Some further Feedback from Alumni on Peritonsillar abscess management: In my practice, the process has changed and the ENTs admit most of these patients for IV antibiotics reporting that only a small percentage require drainage. Just FYI we may want to see what the ENT literature says on this issue...
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Urumov Study Guide Ortho
Bohler’s Angle <25 degrees suggests calcaneal fracture. The calcaneus is the most commonly fractured tarsal bone. If a patient has a calcaneus fracture, look for associated fractures like hip and lumbar spinal fractures.
*Knee Exam Tests
*Pseudo-Jones’s Fracture (Avulsion Fracture) Treatment is with ace wrap and cast shoe and patient can bear weight.
*Jones Fracture Treatment is non-weight bearing, post mold and likely surgery.
Posterior knee dislocation pretty much mandates a CT Angio looking for popliteal artery injury. Harwood comment: In 2015, there is no reason not to do a CT Angio for posterior knee dislocations. Prompt diagnosis of a popliteal artery injury may save an amputation. The only reasons to not do it would be a patient with a low GFR or allergy to contrast.
*Osteochondritis Dessicans Occurs most commonly in adolescents at the medial distal femur. It is not a traumatic disease. It is a developmental disorder. Treated with non-weight bearing.
*Thompson’s Test for Achilles tendon rupture. You can also use ultrasound to diagnose Achilles tendon rupture.
*US of Achilles tendon rupture
*Lis Franc Fracture Be alert for fractures at the base of the 2nd metatarsal and imperfect alignment of the 2nd metatarsal with the middle cuneiform. These two findings are markers for a Lis Franc fracture.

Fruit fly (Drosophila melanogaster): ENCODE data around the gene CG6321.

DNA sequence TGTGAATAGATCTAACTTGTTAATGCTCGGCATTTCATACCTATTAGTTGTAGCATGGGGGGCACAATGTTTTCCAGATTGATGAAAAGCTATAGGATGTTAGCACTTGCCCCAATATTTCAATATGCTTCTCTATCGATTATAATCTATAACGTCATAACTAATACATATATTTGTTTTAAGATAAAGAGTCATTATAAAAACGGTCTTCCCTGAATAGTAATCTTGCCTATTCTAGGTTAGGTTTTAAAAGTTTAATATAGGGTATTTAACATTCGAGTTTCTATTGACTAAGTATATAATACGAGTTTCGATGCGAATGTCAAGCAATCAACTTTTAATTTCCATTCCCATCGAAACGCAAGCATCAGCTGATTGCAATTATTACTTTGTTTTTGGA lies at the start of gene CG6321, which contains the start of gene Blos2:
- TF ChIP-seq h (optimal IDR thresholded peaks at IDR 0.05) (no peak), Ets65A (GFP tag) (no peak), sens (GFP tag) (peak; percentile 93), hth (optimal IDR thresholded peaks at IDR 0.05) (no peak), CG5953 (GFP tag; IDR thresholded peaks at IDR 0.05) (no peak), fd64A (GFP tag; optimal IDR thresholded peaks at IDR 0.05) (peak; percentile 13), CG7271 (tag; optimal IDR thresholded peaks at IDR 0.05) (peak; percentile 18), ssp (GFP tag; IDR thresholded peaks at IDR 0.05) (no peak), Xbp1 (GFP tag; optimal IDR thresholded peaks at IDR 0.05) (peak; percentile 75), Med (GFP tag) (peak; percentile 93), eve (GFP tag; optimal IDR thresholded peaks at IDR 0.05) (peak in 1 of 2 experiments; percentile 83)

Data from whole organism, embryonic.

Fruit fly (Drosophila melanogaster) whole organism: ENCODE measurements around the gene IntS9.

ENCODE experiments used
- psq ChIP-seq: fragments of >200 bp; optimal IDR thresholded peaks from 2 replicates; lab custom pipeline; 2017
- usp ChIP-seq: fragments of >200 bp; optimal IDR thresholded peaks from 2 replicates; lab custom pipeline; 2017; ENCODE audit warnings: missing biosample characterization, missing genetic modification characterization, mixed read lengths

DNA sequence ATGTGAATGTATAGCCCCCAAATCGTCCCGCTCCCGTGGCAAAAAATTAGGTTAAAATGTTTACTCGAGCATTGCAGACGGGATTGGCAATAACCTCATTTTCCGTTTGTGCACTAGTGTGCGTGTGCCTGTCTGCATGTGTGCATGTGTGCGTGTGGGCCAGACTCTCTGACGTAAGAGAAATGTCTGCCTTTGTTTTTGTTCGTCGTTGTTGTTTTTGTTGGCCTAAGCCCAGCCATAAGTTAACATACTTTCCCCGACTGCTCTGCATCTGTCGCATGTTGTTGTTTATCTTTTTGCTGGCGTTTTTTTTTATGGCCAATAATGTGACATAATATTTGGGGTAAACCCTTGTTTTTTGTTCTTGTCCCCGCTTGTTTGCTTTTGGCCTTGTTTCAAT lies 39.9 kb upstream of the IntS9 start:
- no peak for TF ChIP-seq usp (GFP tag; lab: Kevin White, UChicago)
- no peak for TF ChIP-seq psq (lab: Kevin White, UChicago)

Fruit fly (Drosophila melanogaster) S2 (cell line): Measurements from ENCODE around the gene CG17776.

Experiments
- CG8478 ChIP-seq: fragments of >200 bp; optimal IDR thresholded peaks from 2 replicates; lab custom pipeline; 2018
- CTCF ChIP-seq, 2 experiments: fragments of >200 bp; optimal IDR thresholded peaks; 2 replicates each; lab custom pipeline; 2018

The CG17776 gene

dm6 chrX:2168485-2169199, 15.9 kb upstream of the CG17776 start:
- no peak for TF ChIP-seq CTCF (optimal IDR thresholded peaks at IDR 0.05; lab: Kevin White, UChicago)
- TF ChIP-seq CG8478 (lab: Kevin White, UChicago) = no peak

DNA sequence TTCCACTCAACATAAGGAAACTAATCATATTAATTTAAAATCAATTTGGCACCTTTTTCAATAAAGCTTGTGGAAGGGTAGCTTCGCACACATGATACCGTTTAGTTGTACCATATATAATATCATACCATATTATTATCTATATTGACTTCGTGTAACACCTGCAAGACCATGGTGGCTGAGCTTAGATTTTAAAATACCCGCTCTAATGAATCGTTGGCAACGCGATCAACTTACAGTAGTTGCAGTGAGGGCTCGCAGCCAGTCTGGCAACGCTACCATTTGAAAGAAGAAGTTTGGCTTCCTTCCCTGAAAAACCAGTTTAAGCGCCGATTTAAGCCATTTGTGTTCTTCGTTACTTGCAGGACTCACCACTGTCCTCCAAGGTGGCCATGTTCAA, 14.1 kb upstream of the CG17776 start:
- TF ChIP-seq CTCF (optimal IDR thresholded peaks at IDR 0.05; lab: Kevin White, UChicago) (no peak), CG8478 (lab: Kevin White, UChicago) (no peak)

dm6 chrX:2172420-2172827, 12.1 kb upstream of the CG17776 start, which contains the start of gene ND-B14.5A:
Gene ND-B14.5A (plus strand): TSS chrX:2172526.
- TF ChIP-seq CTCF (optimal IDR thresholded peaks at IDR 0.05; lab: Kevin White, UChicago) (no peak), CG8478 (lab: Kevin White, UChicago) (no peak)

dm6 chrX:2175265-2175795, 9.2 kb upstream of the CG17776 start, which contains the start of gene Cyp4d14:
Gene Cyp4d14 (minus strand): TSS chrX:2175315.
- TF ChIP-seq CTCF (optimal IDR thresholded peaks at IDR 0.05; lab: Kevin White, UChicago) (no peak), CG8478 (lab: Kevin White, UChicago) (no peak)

59yo male presenting with generalized weakness. Patient has chronic jaundice that has worsened. He uses daily ETOH. Vitals abnormal only for tachycardia of 117.
Patient had some bruising on his chest. Abdomen was distended but non-tender with no peritonitis. Liver was enlarged. Stool was brown, hemoccult positive. Patient was tremulous.
Patient was initially treated with CIWA protocol, IV fluids and vitamin supplementation.
Labs showed mildly elevated troponin, mild hypokalemia and anemia to a HGB of 7.2
Ammonia level was normal. Coagulation studies were prolonged.
Imaging showed ascites and gallbladder sludge.
Patient was in the ER for 6 hours. He remained hemodynamically stable. When patient was evaluated by the admitting physicians in the ED, the patient was less alert.
A CT done at that point, showed an intracranial hemorrhage.
Considering the weak cirrhotic patient, do a broad work up. Look for infection, elevated ammonia level, GI bleeding, anemia, intracranial bleeding, and cerebral edema.
A CT head is recommended for cirrhotic patients presenting with weakness.
Harwood comment: Is there data to support that recommendation?
Elise comment: You have to be really careful with patients who have cirrhosis. However I am not going to CT scan the head of every weak cirrhotic patient. I will scan them if their mental status is not normal or the mental status changes in the ED.
There was a lively discussion about the difficulties of evaluating a patient with chronic cirrhosis and weakness. Most people felt that weakness alone would not prompt a CT head initially. However, these patients need frequent re-evals in the ED to evaluate for any change in mental status. At times re-evaluation is difficult due to the pressure in the ED to keep seeing the next patient. You have to take the time to re-evaluate the patient if a nurse calls about the patient, if an admitting doctor or consultant raises a concern, or before signout.
Treatment for ICH in a cirrhotic patient: FFP is the recommended reversal agent in this setting. Vitamin K has questionable benefit but you should still give it 10mg IV. Elise comment: Don’t give Vitamin K subQ in cirrhotic patients as it can cause hematomas. Give it IV. Give platelets if the count is <10K. FEIBA is not recommended. Factor 7 is not indicated.